Michael Shaw is a practicing sculptor and Curator of Exhibitions at Burghley House Sculpture Garden in Stamford, Lincolnshire. Over a twenty year period Michael has participated in multiple solo exhibitions in the UK, group shows around the world, and has received numerous public commissions. In 2005, he completed a practice-led PhD that explored Donald Judd’s concept Specific Objects. Alongside creating and curating sculpture, he teaches at the universities of Derby and Loughborough. Most recently he was selected for the 2019 OPEM residency at The Collection and Usher Gallery in Lincoln, for which he created a working studio in the gallery where he has carried out CNC paper cutting (a machine-aided method of precision cutting) and drawing responses to the museum artefacts.
Where are you based?
Near Loughborough, but I have a studio at Eagle Works in Nottingham.
Describe your practice for us
I am a sculptor who makes site-specific responses to architecture and museum collections. The resulting inflatables seek to synthesise sculpture and architecture through direct physical interactions and by considering the building a mould that forms and informs the sculptures’ geometry. Whereas my work with collections responds to the form, materials, techniques and aesthetics of artefacts.
How long have you been practising and by what route did you come to your practice?
I have been practicing for over 20 years, having followed the norms of a Foundation course and then a degree in Fine Art. The most significant developments were precipitated by completing a practice-based PhD at the University of Gloucestershire under Professor Andrew Stonyer between 2001 and 2005. This explored Donald Judd’s sculptural concept Specific Objects, and confirmed the value of elliptical and sinuous geometries to my practice. Beyond this, it also acted as a catalyst for the emergence of light works and inflatables as two areas of future interest.
You use digital 3D modelling software to make pieces that seem almost physical in nature. Is this an example of the paradox that is part of your enquiry, or more simply, made possible by that technology?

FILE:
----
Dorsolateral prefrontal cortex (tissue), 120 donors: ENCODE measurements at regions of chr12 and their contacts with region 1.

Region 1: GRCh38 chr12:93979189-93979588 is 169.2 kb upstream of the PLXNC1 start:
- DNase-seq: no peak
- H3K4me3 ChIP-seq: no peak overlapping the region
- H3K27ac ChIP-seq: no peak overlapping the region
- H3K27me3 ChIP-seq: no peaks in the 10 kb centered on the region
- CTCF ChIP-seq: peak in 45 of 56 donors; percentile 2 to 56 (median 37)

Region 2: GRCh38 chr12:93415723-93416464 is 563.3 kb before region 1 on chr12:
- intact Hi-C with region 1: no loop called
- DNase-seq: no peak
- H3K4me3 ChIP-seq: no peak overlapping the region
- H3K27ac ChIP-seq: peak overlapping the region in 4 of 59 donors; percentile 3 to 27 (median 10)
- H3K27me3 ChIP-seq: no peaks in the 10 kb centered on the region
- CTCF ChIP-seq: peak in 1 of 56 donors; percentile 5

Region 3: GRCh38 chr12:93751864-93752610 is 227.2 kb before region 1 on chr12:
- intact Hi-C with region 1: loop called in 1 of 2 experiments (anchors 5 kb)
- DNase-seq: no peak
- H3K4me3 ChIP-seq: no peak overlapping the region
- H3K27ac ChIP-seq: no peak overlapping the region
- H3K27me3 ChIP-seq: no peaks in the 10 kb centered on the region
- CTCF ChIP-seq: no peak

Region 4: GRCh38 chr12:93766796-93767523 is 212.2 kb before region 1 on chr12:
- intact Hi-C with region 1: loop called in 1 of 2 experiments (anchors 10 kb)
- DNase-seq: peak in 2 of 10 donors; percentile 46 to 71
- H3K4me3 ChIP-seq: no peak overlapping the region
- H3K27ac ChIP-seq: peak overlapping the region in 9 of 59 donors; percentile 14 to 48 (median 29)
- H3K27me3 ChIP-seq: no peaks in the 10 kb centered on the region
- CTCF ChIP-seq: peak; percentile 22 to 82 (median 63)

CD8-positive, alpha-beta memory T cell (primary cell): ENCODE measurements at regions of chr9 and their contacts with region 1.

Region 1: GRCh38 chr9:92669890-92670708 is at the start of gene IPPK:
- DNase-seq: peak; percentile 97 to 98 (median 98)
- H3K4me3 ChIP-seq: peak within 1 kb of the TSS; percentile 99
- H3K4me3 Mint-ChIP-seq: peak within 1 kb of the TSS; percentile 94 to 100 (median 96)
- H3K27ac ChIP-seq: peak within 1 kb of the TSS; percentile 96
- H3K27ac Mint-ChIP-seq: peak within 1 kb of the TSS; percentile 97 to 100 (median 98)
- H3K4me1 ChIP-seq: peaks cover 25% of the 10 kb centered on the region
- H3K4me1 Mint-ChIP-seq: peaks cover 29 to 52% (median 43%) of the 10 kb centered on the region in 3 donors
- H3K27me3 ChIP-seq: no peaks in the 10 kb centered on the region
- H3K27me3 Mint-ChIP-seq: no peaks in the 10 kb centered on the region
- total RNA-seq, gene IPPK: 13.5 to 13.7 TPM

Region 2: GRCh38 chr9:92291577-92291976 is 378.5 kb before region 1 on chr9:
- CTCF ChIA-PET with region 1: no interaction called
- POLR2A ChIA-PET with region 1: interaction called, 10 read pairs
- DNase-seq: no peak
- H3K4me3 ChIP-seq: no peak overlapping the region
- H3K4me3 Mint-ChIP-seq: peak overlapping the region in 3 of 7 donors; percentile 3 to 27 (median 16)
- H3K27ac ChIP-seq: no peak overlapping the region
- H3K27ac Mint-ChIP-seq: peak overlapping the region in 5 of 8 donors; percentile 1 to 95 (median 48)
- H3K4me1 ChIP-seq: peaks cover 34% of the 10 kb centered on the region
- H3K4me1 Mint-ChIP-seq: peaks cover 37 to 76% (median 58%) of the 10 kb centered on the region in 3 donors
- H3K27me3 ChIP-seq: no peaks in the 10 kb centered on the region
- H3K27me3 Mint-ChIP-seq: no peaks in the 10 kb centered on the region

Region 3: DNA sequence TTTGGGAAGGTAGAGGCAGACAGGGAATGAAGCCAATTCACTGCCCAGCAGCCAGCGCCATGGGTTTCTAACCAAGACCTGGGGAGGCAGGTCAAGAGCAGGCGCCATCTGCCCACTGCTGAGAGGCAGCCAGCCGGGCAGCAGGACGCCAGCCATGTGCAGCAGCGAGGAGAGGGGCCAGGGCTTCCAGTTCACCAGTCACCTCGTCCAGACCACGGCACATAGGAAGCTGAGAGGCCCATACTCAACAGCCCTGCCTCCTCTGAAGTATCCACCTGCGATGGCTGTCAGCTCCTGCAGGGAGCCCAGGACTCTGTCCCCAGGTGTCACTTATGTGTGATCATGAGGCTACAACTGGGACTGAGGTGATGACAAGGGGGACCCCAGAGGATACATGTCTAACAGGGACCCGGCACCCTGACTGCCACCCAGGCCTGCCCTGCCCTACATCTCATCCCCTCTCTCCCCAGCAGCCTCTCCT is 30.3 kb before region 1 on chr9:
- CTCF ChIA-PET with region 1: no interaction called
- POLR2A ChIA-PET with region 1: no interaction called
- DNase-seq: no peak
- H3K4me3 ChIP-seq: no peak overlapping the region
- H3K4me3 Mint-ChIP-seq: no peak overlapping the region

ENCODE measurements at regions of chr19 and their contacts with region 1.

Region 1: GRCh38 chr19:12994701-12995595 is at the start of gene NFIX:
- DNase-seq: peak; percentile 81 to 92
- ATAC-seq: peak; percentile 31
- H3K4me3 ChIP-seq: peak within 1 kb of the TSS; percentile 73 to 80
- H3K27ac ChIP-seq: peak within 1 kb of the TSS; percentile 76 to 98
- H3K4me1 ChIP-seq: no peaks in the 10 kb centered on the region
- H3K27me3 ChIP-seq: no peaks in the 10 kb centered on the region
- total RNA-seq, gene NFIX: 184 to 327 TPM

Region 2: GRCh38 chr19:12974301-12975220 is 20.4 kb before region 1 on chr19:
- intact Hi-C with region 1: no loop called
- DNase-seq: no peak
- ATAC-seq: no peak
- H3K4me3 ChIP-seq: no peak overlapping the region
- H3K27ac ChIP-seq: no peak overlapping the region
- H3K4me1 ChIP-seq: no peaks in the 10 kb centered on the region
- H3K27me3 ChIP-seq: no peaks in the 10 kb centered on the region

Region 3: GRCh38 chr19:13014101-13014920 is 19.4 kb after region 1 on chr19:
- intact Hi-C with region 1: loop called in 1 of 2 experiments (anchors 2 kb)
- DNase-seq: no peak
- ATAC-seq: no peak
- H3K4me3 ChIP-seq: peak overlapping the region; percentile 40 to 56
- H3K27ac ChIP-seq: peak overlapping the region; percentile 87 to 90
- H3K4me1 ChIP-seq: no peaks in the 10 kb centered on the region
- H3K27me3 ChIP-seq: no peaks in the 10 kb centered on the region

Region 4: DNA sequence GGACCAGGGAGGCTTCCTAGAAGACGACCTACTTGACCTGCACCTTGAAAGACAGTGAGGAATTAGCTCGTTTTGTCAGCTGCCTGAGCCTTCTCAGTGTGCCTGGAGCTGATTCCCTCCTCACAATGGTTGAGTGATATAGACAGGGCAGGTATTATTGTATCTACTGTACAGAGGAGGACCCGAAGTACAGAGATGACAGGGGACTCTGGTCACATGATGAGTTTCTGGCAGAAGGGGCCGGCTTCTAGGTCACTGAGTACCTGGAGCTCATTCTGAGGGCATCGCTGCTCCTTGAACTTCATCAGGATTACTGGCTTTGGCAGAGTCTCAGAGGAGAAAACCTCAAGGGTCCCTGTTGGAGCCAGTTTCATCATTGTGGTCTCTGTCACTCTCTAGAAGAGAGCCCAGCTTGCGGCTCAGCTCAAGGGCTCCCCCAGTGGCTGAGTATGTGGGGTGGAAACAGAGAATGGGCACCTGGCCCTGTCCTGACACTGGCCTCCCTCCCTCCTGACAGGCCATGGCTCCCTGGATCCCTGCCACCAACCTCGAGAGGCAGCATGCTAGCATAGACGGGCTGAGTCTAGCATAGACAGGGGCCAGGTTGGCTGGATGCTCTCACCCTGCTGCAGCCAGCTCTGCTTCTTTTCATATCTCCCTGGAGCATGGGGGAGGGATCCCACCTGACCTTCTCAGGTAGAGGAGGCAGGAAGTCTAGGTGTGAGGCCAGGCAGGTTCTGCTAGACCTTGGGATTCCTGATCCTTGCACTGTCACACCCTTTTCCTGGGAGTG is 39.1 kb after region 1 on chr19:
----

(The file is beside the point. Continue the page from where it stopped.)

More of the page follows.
Most of the work I create emerges in two ways, either through drawing on paper or in the CAD environment. There is no doubt that 3D printing and laser cutting has expanded the range of work I have been able to create. It has also allowed me to create site-specific inflatables that from a technical perspective are physically accurate to the cm. Laser cutting permits the interlocked Perspex lattices and 3D printing, forms of complexity and subtlety. Whilst many geometries have become physical, other explorations have remained virtual. For example, my animated drawings explore one of the fundamental aims of drawing, if not art in general: how to project the illusion of three-dimensional space into the planar. The latter is especially relevant to the sculptor, and intriguingly animation appears well placed to recreate the perambulatory and kinetic nature of experiencing sculpture by manipulating the observer’s viewpoint by proxy.
Are your drawings works in themselves, or studies for sculptural works?
They could be either; that said, often the most useful drawings are not the best drawings per se. Beyond simply experimenting whilst drawing, I try to use a range of materials/tones/colours to simulate my thinking about the materials I might then use in making sculpture. I would never draw something I have made, as I am not interested in the observational aspects to drawing. I draw to create things into being.
Many of your works are brightly coloured, expansive, seductive, playful, and often sited in historic or formal settings, or within collections. Are they site responsive or site disruptive?
The large inflatables are always site-responsive and sometimes site disruptive. As the breathing inflatables have increased in size, they have increasingly challenged the architecture of their hosts. Often viewers can see another part of the building but have to walk all around the sculpture to get there. So, they are disruptive to the possibilities of movement, and yet displacement is minimal because well over 99% of their volume comes from the space itself in the form of air. You mention their bright colour, and this is important, as it usually bathes the surroundings with a luminous hue. The earlier sealed inflatables in transparent shiny PVC also drew their surroundings onto their surfaces as reflections and when suspended moved on the building’s convection currents. These works denoted a shift from making autonomous sculptures into the realm of the site-specific.
What is important to you in maintaining and motivating your practice?
If you’re an artist and you can’t self-motivate you’re in trouble. Richard Serra talks about work evolving from work, and this mantra seems to hold water. The trick, like being a shark, is to not stop moving.
What have been your biggest achievements since establishing your practice?